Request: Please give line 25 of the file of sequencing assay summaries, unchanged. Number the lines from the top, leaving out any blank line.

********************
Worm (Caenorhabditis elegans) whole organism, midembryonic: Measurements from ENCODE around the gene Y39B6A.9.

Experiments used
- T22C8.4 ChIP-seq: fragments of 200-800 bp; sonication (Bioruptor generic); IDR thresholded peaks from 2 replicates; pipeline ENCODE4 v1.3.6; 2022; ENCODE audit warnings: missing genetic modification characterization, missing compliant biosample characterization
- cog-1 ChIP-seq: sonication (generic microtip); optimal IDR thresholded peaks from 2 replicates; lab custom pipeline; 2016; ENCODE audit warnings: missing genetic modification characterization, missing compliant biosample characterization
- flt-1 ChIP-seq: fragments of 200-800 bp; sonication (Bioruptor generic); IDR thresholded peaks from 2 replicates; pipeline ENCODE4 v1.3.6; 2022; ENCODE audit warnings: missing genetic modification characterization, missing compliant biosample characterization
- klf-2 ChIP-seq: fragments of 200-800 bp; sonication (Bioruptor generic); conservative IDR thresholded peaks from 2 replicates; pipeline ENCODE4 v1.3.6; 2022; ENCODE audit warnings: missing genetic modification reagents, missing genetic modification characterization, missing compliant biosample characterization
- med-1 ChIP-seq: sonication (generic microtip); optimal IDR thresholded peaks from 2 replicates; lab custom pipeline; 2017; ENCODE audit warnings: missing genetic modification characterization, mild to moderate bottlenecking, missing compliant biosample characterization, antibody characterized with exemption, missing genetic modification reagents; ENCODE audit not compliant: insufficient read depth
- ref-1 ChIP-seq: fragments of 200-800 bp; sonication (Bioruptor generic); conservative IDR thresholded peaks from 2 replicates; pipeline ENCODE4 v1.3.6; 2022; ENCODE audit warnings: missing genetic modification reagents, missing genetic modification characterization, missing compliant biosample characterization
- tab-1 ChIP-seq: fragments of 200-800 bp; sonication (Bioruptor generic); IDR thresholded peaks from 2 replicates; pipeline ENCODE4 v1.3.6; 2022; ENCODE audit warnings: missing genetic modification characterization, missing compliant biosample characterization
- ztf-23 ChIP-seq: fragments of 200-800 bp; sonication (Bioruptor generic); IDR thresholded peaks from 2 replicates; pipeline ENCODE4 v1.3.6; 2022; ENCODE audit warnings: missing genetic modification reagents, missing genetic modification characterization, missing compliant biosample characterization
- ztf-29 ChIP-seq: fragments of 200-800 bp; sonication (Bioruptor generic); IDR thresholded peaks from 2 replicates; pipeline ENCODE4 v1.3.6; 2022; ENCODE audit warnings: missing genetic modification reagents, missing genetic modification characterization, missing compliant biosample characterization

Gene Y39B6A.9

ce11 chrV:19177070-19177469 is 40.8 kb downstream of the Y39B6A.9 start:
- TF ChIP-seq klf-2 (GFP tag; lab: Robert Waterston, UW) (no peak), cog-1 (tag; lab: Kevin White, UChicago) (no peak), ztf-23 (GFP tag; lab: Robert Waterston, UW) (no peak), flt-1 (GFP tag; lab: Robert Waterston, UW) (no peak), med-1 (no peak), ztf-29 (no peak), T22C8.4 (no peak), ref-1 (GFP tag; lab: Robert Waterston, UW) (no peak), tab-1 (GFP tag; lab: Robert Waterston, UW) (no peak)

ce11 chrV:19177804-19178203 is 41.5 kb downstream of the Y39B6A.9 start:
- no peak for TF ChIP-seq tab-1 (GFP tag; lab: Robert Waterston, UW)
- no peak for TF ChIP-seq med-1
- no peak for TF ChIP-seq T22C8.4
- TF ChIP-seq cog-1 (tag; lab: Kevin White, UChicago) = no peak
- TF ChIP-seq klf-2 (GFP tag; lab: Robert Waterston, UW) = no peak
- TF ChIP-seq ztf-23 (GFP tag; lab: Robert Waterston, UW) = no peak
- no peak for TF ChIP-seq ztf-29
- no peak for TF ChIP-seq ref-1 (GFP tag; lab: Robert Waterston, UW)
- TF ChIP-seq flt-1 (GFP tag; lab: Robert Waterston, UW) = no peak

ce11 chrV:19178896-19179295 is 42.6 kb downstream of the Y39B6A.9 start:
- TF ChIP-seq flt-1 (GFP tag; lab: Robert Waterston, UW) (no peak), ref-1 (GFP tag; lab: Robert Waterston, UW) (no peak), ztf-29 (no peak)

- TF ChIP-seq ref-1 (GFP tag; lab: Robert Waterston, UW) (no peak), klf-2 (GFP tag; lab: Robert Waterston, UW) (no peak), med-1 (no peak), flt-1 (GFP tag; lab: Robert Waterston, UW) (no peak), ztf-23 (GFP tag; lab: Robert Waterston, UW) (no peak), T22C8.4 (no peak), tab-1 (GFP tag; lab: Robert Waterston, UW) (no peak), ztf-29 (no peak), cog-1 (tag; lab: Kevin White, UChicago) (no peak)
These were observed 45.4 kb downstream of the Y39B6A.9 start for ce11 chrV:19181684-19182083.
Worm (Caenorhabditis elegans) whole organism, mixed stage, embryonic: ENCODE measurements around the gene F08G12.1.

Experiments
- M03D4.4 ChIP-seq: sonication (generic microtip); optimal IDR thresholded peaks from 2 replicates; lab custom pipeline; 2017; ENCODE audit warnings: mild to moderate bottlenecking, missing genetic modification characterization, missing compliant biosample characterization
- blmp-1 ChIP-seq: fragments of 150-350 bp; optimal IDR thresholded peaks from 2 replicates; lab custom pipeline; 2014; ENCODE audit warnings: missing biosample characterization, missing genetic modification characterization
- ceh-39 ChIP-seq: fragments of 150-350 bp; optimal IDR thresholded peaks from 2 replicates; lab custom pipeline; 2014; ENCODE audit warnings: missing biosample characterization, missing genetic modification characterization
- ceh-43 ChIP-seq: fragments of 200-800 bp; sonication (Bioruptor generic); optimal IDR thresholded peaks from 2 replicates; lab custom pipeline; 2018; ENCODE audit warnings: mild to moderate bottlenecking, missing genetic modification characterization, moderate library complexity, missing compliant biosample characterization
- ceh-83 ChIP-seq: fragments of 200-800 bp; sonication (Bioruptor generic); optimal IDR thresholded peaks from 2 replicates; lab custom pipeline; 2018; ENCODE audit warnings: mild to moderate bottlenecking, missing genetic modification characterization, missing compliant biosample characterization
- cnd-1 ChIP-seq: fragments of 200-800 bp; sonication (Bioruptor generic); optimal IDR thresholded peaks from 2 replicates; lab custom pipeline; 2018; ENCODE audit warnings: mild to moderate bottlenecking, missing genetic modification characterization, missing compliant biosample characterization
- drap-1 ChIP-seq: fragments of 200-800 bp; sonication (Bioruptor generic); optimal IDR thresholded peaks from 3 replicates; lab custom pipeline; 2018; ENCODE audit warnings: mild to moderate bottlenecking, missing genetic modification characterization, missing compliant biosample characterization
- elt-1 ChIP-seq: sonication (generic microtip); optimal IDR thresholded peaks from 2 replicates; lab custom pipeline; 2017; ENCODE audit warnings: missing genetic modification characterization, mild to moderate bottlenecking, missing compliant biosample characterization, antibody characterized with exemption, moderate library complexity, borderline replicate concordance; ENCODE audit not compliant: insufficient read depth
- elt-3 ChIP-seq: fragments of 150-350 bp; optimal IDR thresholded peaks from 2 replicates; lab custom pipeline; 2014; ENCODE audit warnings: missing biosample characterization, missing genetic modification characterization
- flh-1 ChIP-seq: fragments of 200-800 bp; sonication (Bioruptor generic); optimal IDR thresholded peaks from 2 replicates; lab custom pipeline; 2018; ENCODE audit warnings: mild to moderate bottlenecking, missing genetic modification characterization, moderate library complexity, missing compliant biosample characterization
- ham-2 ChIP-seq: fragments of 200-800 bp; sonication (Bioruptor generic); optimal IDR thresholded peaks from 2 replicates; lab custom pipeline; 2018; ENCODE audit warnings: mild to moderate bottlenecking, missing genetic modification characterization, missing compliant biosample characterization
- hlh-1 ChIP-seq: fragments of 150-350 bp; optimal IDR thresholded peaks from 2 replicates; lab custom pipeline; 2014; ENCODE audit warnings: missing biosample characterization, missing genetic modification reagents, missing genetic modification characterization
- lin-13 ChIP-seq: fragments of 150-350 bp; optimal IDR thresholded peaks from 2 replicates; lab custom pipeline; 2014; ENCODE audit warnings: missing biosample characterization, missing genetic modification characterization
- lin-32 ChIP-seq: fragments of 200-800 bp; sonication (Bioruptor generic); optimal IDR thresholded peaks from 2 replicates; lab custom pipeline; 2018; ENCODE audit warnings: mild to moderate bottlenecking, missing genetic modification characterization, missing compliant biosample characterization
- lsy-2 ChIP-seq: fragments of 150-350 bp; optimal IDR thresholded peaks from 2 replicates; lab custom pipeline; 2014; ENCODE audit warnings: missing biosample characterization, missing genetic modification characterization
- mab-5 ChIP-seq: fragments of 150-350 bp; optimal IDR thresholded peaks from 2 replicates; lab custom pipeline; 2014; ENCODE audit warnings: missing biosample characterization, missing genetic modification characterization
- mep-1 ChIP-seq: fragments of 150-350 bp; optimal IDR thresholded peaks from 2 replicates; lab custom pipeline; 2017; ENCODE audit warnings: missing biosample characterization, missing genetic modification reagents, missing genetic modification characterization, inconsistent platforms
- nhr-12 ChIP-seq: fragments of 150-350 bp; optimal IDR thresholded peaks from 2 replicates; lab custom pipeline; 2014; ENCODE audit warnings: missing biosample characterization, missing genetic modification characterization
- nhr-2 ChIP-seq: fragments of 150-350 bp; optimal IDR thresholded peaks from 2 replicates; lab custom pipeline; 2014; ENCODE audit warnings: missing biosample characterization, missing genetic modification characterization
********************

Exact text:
ce11 chrV:19178896-19179295 is 42.6 kb downstream of the Y39B6A.9 start: